US man receives world’s first whole-eye transplant

The 21-hour operation saw the military veteran receive a partial-face and whole-eye transplant following an electrical accident

A woman in a surgical mask and scrubs holds an imaging device over a patient’s eye who is lying on a gurney. She observes a projection of the eye on a large screen
NYU Langone Health

A 46-year-old US military veteran has become the first person in the world to receive a whole-eye transplant.

Aaron James of Hot Springs, Arkansas, was injured when his face accidentally touched a 7200-volt live wire in the course of his job as a utility line worker in 2021.

James received a partial-face and whole-eye transplant during a 21-hour operation at NYU Langone Health in May.

Since the operation, tests have indicated flow of blood to the retina – although the transplanted eye does not currently have vision.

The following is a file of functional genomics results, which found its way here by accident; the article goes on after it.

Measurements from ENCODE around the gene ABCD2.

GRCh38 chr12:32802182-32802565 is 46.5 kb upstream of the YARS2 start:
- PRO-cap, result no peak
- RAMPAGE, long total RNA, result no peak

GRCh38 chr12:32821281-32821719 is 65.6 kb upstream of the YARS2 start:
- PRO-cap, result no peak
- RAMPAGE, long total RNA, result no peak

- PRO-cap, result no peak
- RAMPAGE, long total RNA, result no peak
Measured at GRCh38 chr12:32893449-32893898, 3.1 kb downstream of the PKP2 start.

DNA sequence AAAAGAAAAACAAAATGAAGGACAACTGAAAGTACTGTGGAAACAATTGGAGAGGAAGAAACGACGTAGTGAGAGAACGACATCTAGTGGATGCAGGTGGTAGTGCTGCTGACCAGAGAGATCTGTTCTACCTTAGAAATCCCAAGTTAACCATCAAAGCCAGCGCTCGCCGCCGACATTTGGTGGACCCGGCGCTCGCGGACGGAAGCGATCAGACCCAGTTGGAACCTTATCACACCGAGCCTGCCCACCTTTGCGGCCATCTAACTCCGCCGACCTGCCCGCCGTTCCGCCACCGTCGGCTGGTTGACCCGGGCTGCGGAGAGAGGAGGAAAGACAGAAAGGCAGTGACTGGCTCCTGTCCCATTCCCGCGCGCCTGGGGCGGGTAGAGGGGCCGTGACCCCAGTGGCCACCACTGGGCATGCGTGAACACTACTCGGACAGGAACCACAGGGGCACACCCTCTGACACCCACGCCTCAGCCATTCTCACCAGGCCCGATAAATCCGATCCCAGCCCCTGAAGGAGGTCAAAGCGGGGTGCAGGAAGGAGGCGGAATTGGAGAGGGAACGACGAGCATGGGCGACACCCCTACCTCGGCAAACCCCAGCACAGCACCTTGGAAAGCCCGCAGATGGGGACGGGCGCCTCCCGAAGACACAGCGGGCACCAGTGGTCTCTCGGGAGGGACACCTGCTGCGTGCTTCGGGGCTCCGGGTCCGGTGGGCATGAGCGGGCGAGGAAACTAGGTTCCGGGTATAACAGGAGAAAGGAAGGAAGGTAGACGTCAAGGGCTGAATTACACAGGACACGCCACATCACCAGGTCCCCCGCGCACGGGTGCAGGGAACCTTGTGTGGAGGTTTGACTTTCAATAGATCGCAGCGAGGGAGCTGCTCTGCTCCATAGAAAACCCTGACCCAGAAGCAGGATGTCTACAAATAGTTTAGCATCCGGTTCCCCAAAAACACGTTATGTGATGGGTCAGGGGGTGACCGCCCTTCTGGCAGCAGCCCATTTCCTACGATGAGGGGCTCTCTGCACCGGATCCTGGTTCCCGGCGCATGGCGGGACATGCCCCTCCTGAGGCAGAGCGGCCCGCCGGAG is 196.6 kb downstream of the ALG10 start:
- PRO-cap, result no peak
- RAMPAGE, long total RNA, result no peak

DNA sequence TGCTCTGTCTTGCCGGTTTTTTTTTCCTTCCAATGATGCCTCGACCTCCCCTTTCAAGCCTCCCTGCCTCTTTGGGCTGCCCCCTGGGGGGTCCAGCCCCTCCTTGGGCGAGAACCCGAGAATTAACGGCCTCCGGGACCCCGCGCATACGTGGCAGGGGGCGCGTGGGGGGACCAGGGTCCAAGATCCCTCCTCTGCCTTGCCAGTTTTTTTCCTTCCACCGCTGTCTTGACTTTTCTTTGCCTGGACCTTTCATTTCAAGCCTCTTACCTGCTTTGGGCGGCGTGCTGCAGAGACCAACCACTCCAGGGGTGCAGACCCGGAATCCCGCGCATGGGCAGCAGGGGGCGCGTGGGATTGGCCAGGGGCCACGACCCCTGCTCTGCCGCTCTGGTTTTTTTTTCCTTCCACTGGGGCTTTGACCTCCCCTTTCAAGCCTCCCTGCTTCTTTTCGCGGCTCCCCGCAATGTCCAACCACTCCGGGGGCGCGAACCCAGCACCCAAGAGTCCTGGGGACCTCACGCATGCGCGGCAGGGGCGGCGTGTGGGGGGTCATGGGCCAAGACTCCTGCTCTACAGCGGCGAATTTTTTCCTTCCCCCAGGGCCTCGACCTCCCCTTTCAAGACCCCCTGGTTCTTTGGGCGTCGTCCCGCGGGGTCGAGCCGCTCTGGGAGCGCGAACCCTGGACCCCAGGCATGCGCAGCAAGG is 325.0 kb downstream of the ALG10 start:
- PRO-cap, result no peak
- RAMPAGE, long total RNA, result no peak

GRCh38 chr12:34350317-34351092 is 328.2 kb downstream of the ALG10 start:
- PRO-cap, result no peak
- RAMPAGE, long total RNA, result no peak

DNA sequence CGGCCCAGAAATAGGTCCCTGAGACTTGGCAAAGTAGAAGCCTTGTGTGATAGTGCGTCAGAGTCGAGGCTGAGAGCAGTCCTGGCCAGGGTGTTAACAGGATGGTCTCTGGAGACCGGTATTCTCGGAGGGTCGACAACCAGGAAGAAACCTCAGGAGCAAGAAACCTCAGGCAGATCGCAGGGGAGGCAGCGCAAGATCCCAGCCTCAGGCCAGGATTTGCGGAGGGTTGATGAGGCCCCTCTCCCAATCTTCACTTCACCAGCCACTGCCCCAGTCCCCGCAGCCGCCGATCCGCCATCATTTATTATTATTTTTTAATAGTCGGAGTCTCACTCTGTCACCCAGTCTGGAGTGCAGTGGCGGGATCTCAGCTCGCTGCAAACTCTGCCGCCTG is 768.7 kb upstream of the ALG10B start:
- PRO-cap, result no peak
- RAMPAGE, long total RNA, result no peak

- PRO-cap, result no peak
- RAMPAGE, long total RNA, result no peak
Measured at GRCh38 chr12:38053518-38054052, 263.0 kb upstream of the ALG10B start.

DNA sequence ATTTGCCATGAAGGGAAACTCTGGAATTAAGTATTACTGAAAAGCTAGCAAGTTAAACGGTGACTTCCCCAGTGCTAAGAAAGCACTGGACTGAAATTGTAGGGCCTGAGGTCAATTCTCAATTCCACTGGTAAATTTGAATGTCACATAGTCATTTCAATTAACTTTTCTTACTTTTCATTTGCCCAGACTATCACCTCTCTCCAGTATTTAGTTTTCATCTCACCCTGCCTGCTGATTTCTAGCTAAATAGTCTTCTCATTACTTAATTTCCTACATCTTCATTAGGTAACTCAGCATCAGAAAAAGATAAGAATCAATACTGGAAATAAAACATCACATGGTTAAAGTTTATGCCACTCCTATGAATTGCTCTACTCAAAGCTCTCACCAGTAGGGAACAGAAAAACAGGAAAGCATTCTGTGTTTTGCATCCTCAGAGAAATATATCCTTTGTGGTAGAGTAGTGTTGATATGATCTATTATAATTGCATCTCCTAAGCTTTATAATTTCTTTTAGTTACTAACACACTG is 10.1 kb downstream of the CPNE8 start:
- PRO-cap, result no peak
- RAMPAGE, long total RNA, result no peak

Dr Vaidehi Dedania, of NYU Langone Health, highlighted the unprecedented nature of the operation.

“What we’re witnessing now is not something we ever expected or thought we’d see,” she said.

“The first step is having an intact eyeball, a lot of things could come after that; this is a first in the world, so we are really learning as we go,” Dedania shared.

Her colleague, Dr Bruce Gelb, said that the initial hope was that the transplanted eye would last for 90 days.

“We have a viable cornea paired with a retina showing great blood flow five months after the procedure,” he said.